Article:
BioShock is mostly go here, get this, kill them, open that. But for a small section, you, Jack, get to spend time in the company of the Rapture's most uniquely twisted resident, artist Sander Cohen.
Also a musician, playwright, and poet, Cohen interrupts Jack's communication with Frank Fontaine to begin some puppet-master fetch-questing around Fort Frolic, Rapture's decayed social space once full of bars and boutiques. But where there was once life, now death has become art, as Cohen trapped the area's inhabitants before coating them in plaster to create sick, squishy-on-the-inside statues. He makes Jack roam around taking photos of the recently deceased for an art installation, his masterpiece. "It seems you've got the eye of the shutterbug, little moth."
Cohen's a rarity in video gaming: He's a major character in a massive title, and a homosexual. He refers to Rapture founder Ryan as "the man I once loved," while his makeup is directly inspired by Joan Crawford in 1962's Whatever Happened to Baby Jane. He's also absolutely mad, and fairly hilarious. But, mostly, he's terrifically, terrifyingly insane, and a complete original. Do not test the attention span of his muse, little moth, or he'll put Tchaikovsky on, and then you're fucked. (Skip ahead to the two-minute mark in the video below.)
Elizabeth's little finger ('BioShock Infinite')
Right, so, in case I wasn't clear earlier, there's a much more intimate connection between Booker and Elizabeth than Infinite lets on, until its final phases. The "AD" tattooed on his hand? That stands for Anna DeWitt, his daughter. Elizabeth is Anna DeWitt. Look, "spoilers" was written in bold up there, so you can't say you weren't warned.
Booker, at the lowest of low points in a life of downers, hands his daughter, his one child, over to Infinite's primary antagonist, Zachary Comstock—who's also Booker but, well, this article's long enough already—in exchange for having all of his debts paid off. But his better self takes over, and he struggles to grab Anna back, just as a tear—a portal between dimensions—is closing around the clashing parties. Anna reaches out for her father, but she disappears on the other side of the tear—save for her little finger, the end of which is sliced off. As a result, she's able to move between dimensions, between realities—as a part of her exists in more than one of them.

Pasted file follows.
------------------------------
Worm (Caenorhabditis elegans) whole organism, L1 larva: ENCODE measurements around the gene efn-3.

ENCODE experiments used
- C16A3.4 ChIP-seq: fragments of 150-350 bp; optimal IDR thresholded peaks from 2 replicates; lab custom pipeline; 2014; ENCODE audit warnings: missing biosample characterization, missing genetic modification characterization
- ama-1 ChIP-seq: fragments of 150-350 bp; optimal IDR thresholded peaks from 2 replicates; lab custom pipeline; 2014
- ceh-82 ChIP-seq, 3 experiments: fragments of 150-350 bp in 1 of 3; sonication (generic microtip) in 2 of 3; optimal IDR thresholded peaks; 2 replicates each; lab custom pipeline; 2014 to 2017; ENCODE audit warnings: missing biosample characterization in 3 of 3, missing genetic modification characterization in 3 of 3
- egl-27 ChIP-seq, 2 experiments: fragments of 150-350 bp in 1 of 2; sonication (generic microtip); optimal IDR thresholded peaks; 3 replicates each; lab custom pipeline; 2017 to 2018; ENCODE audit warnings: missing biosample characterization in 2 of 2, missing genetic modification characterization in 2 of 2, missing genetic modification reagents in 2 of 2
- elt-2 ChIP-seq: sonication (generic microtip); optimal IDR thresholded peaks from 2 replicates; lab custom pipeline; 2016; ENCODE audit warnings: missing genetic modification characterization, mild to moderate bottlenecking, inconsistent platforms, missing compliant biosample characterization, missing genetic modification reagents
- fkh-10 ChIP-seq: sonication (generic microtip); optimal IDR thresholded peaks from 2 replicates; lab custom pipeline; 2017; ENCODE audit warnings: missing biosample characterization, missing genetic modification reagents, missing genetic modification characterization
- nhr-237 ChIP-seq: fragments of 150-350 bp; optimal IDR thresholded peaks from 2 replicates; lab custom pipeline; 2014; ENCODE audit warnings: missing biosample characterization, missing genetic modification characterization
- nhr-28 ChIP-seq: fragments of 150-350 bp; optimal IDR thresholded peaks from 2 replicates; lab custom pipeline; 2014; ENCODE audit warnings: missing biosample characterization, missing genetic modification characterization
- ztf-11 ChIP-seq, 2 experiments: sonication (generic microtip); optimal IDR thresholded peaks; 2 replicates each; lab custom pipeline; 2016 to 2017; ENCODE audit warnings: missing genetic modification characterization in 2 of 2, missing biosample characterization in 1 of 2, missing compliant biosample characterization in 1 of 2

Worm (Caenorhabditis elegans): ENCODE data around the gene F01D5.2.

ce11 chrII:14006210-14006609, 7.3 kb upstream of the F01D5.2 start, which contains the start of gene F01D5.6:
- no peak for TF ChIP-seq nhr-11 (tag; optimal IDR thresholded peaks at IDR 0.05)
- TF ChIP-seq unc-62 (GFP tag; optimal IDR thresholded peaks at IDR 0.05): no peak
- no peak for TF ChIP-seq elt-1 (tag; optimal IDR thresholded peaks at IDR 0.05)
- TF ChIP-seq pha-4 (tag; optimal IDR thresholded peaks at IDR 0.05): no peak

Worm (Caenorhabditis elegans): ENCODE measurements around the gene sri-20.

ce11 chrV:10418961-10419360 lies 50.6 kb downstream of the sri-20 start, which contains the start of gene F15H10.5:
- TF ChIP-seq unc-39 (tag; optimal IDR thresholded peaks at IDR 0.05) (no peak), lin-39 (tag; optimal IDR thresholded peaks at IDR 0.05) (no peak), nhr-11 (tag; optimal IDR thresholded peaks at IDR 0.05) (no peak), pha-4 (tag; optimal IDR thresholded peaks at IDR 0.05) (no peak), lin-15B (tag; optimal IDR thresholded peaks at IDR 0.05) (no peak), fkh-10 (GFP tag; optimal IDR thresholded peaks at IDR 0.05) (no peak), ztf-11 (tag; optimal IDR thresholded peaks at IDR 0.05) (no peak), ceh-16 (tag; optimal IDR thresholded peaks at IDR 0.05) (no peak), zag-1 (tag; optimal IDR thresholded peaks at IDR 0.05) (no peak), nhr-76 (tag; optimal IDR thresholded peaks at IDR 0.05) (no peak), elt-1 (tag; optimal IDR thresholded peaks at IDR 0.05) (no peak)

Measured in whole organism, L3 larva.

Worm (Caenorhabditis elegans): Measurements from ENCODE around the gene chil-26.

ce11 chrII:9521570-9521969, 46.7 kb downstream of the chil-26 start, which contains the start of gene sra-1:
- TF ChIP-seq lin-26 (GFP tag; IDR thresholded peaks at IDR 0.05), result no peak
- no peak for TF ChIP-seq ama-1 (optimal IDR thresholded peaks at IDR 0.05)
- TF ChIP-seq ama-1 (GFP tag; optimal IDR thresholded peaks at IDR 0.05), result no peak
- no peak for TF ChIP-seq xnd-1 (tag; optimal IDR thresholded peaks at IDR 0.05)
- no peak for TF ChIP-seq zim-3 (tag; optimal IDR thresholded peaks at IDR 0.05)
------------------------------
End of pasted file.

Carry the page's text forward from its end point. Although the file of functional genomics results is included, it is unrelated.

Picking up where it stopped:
This revelation comes right at the end of the game. Before then, Elizabeth will talk about her smaller-than-usual pinkie. "It's as much a mystery to me as anyone else," she says. "I get to wear this stylish thimble to cover up my hideous deformity. I hear they're all the rage in Paris." And when we learn the truth, this, this on my cheek? It's just... I just came inside, and it's raining out. What?
When it all links back to Jack ('BioShock Infinite: Burial at Sea, Episode II')
Burial at Sea is the two-part DLC for Infinite, casting you first as a version of Booker, operating as a PD in Rapture, and later as Elizabeth, who's been killed in an alternative reality but continues to live as all her "other" selves have collapsed into one. Yeah, the story gets pretty timey-wimey, to lift an expression from the scripts of Doctor Who.
At the end of episode two, Elizabeth comes face to face with Atlas, a.k.a. our old "pal" Frank Fontaine, who wishes to bring Andrew Ryan's son to Rapture to do away with the dad he doesn't yet know he has. See, Jack's had a phrase implanted, an activation code, and on seeing or hearing it, he will begin a rampage that can only end in cracking pop's skull open with a golf putter. Atlas makes sure Jack gets the message, right when his plane's above an access point to Rapture—and so the final passage of play in the BioShock series (to date) loops back to its starting point.
"Would you kindly?" ('BioShock')